Is this cut in Buzzfeed staff a reflection of what could happen to all sources of online media produced by journalists? No, absolutely not. Buzzfeed, granted, is a huge source of digital media and opportunities for journalists, but this large cut of their employees isn’t a predictor of what will happen to all media businesses. Just because big influences die out doesn’t mean that the product itself has to go with it. Does the popularity of or opportunity to produce music dwindle down when important and influential artists die? No. If anything, I believe this sudden onslaught of layoffs is a hiccup in the digital news and media department and an inspiration for journalists to find other platforms to entertain. Nearly everything is online now; you can order cars online. Where else are people going to turn for their news and entertainment?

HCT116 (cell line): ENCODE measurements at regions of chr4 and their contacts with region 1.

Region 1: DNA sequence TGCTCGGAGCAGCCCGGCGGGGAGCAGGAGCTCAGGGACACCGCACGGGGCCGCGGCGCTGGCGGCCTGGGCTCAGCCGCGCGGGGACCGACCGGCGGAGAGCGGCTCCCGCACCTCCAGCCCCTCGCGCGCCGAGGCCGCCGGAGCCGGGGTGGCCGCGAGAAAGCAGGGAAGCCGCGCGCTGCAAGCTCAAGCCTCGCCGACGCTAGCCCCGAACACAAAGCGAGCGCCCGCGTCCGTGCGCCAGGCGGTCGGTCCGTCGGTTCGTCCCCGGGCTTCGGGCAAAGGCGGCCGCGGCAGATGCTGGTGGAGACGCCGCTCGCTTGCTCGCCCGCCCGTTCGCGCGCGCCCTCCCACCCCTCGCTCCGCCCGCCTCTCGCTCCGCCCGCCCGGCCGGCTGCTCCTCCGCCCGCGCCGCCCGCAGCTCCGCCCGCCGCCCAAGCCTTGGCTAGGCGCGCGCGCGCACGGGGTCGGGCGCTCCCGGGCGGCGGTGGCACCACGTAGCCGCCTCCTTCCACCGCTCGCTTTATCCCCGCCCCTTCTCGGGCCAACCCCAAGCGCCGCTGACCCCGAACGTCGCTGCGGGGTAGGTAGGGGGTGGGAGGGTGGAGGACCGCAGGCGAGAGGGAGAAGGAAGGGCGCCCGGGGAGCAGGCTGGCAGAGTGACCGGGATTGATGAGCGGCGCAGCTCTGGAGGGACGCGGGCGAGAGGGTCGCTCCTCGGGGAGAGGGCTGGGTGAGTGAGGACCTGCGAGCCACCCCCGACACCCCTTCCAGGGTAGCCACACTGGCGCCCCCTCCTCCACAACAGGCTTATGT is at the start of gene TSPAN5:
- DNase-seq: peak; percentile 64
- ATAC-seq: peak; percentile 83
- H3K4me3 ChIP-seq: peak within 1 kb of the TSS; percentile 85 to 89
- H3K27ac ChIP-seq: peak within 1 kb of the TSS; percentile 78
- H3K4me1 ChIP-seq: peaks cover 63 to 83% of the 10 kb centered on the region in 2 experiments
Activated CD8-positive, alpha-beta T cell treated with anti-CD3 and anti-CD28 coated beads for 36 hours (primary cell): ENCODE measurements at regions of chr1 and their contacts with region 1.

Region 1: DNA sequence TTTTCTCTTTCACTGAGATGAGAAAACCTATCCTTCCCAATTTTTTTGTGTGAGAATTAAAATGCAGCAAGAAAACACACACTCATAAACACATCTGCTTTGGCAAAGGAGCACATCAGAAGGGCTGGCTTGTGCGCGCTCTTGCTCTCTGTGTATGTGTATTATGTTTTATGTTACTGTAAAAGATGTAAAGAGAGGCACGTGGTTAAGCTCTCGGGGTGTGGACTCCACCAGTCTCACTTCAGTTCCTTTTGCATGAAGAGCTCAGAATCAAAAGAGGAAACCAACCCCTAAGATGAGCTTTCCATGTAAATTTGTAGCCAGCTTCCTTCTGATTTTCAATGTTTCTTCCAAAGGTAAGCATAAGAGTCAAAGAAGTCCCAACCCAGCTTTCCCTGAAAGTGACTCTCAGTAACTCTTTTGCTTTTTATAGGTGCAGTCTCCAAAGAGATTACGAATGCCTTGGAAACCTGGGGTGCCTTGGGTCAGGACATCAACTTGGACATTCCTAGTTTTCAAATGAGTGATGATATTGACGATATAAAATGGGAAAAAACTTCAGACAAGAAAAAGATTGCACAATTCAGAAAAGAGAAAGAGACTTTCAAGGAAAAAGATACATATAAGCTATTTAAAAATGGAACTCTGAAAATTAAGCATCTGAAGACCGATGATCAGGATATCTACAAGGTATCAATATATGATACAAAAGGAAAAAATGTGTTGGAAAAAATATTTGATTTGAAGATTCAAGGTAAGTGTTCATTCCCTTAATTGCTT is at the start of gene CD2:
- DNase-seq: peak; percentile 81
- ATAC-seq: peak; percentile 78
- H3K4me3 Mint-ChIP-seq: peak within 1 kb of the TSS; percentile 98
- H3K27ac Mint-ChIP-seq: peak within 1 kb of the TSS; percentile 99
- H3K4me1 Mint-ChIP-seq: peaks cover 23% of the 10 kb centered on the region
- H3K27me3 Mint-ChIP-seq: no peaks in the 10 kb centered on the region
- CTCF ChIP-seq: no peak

Journalism and digital media will still prosper without opportunities from Buzzfeed, and I have plenty of faith that digital media outlets will find a balance and be able to hire back plenty of journalists in the future.